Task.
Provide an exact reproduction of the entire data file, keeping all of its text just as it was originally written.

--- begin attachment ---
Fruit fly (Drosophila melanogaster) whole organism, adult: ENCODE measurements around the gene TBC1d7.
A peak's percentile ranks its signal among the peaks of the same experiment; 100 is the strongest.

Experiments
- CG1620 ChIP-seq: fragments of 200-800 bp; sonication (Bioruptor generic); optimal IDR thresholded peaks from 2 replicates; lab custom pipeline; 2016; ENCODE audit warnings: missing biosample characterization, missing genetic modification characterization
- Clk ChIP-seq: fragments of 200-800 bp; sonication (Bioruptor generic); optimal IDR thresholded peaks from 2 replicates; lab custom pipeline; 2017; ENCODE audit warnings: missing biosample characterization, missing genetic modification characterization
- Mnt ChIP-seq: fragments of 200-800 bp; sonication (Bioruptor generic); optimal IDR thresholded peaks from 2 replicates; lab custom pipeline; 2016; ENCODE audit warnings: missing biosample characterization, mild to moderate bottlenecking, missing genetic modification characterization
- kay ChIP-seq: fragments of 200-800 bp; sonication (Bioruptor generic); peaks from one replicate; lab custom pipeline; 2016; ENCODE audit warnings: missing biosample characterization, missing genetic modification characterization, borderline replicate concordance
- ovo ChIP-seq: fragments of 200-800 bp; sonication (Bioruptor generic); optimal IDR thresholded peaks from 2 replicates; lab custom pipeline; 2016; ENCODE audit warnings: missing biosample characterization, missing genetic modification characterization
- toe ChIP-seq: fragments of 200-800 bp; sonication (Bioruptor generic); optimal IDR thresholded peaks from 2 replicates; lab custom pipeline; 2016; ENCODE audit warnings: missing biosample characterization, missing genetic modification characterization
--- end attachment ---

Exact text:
Fruit fly (Drosophila melanogaster) whole organism, adult: ENCODE measurements around the gene TBC1d7.
A peak's percentile ranks its signal among the peaks of the same experiment; 100 is the strongest.

Experiments
- CG1620 ChIP-seq: fragments of 200-800 bp; sonication (Bioruptor generic); optimal IDR thresholded peaks from 2 replicates; lab custom pipeline; 2016; ENCODE audit warnings: missing biosample characterization, missing genetic modification characterization
- Clk ChIP-seq: fragments of 200-800 bp; sonication (Bioruptor generic); optimal IDR thresholded peaks from 2 replicates; lab custom pipeline; 2017; ENCODE audit warnings: missing biosample characterization, missing genetic modification characterization
- Mnt ChIP-seq: fragments of 200-800 bp; sonication (Bioruptor generic); optimal IDR thresholded peaks from 2 replicates; lab custom pipeline; 2016; ENCODE audit warnings: missing biosample characterization, mild to moderate bottlenecking, missing genetic modification characterization
- kay ChIP-seq: fragments of 200-800 bp; sonication (Bioruptor generic); peaks from one replicate; lab custom pipeline; 2016; ENCODE audit warnings: missing biosample characterization, missing genetic modification characterization, borderline replicate concordance
- ovo ChIP-seq: fragments of 200-800 bp; sonication (Bioruptor generic); optimal IDR thresholded peaks from 2 replicates; lab custom pipeline; 2016; ENCODE audit warnings: missing biosample characterization, missing genetic modification characterization
- toe ChIP-seq: fragments of 200-800 bp; sonication (Bioruptor generic); optimal IDR thresholded peaks from 2 replicates; lab custom pipeline; 2016; ENCODE audit warnings: missing biosample characterization, missing genetic modification characterization